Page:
MONMOUTH — The town’s annual fair wound down Sunday, a day dominated by neophyte and veteran horse pullers.
Ten-year-old Logan Robinson, of Litchfield, negotiated a course of cones with miniature horses, while 45-year-old Gordon Grover’s pulled hundreds of pounds through with his massive Belgians.
But the Otisfield man who has been pulling nearly all his life said those miniature teams are key to getting another generation to sustain the sport, part of Maine’s rural culture.
“If you don’t have that, this is going to be a dying art,” Grover said.
For years, the Monmouth Fair, one of Maine’s 24 agricultural fairs, began on Wednesday and ran through Saturday, but organizers decided to push it back a day this year. It finished its 104th year on Sunday, billed as a “family day” by the fair’s organizers, featuring a puppet and magic show.
The changes were well-received, said fair president Jim Cunliffe and organizer Paul Fox, with Friday night especially busy.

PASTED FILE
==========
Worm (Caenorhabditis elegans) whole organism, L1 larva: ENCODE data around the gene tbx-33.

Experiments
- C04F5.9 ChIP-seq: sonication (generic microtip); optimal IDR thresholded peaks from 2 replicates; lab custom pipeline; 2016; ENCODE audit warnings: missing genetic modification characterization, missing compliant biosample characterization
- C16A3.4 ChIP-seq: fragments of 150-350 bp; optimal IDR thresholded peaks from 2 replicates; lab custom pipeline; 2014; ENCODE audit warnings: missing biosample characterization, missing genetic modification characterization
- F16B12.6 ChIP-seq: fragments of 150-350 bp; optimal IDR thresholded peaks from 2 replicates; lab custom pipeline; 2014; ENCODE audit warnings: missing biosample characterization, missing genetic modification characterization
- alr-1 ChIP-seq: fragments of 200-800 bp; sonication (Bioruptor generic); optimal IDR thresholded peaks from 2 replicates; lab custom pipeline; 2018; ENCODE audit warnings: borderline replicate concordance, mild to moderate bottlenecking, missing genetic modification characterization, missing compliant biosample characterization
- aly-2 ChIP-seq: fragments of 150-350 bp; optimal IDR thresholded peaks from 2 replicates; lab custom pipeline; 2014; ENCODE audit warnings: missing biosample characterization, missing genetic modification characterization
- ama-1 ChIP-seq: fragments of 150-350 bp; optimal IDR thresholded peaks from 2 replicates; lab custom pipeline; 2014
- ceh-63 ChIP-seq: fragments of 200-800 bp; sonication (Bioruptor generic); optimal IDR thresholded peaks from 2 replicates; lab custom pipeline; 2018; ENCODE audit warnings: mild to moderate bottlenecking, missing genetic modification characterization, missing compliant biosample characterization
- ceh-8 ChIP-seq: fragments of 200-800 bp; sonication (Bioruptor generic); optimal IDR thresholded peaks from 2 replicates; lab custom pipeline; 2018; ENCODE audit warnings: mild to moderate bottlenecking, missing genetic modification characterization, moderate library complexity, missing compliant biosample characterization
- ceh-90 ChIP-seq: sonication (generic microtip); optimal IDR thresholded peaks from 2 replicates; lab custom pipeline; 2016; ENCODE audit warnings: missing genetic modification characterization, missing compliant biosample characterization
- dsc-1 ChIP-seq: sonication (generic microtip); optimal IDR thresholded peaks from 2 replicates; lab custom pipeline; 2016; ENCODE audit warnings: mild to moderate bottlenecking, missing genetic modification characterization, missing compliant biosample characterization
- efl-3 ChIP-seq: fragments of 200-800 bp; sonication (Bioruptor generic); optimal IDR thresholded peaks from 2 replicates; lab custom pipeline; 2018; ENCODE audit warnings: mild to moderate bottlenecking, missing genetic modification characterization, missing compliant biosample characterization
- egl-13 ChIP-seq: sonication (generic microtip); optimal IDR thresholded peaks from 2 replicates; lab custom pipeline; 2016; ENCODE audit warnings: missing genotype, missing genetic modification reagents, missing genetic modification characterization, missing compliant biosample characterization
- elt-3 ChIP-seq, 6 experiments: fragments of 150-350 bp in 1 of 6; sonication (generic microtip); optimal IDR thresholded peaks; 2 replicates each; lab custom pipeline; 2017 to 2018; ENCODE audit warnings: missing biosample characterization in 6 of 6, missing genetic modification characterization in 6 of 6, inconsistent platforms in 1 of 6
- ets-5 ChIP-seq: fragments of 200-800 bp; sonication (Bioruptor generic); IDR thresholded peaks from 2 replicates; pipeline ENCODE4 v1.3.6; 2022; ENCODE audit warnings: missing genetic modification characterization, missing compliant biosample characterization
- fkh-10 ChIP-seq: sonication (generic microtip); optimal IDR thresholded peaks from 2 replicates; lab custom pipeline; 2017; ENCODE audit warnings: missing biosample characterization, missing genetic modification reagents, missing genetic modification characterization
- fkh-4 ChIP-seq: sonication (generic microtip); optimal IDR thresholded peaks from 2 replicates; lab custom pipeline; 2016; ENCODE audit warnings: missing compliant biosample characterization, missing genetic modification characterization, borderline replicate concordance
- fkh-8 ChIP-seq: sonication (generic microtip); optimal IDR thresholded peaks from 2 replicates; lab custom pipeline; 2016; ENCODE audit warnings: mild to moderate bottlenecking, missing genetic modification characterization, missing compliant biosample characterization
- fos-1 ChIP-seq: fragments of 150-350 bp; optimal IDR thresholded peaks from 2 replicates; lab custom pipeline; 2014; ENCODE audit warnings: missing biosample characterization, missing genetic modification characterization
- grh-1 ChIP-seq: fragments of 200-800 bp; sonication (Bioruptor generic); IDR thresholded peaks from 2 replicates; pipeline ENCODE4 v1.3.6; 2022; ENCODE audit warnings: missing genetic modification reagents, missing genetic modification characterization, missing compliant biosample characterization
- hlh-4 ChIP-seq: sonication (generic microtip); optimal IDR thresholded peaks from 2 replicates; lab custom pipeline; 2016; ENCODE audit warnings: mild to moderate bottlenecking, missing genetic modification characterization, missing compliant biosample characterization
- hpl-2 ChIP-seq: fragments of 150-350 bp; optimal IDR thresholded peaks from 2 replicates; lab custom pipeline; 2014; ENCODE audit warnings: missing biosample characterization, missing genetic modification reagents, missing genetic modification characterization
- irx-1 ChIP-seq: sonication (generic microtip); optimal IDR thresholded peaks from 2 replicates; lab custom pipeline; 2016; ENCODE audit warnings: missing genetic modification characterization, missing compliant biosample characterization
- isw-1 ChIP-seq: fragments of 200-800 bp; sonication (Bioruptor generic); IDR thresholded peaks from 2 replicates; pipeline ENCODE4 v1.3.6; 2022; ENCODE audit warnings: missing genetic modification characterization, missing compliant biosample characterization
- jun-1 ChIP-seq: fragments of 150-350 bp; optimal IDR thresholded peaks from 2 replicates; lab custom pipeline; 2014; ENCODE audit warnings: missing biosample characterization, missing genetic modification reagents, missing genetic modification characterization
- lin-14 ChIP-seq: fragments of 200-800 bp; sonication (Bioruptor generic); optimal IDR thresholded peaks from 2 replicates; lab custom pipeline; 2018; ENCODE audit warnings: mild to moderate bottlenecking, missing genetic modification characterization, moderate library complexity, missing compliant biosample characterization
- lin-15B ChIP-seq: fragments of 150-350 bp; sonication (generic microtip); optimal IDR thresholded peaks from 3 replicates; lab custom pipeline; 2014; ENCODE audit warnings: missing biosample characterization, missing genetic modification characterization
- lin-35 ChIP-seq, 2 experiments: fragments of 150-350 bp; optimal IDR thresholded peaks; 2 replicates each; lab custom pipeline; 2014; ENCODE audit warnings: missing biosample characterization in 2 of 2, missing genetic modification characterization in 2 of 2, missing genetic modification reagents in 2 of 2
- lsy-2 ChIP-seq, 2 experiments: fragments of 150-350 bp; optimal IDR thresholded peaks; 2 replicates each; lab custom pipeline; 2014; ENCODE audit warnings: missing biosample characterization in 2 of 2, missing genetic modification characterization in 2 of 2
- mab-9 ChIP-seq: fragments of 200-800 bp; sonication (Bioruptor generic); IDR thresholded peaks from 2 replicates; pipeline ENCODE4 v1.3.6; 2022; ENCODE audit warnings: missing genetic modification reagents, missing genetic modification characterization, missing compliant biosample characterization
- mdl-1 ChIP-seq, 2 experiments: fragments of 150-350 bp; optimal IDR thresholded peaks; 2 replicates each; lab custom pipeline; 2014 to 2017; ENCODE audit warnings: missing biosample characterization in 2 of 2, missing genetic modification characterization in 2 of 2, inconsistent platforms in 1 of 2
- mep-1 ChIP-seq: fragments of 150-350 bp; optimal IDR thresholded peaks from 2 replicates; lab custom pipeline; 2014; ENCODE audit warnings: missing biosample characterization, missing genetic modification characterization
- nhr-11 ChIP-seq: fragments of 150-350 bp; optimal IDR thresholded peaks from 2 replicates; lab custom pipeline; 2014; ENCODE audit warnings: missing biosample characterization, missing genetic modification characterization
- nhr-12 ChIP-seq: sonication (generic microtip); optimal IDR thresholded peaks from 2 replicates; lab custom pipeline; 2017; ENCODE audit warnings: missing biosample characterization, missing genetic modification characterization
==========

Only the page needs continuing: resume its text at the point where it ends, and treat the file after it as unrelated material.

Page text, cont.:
“It’s been good,” Fox said.
The fair is largely devoted to pulling, with steer and oxen on Thursday and Friday and horses over the weekend.
Sunday was slower at the fairgrounds on Academy Road, but it was prime time for Robinson, the only child pulling with a team of miniatures, Tilly and Tommy, 21 and 10 years old, respectively.
Robinson said while the older horse was already trained, the younger horse needed between one and two months of training before he could pull, but “he turned out as the best one.” After Robinson and his twin sister, Lauren, took the horses’ harnesses off, the docile animals let her sit, and even lay, on them as she pleased.
“We do everything with them,” Lauren said.
Grover scooted with 500 pounds of weight with his Belgians, eight-year-olds Diesel and Dobin. Sunday was the horses’ first time in a competition. Belgians are good workhorses, but Grover’s don’t work much at home — he said he bought them “to play with.”
“It’s just like golfing or race cars or boats or fishing: It’s just a hobby,” he said. “You’ve got to love it to be able to do it because there’s no money in it.”
Michael Shepherd — 370-7652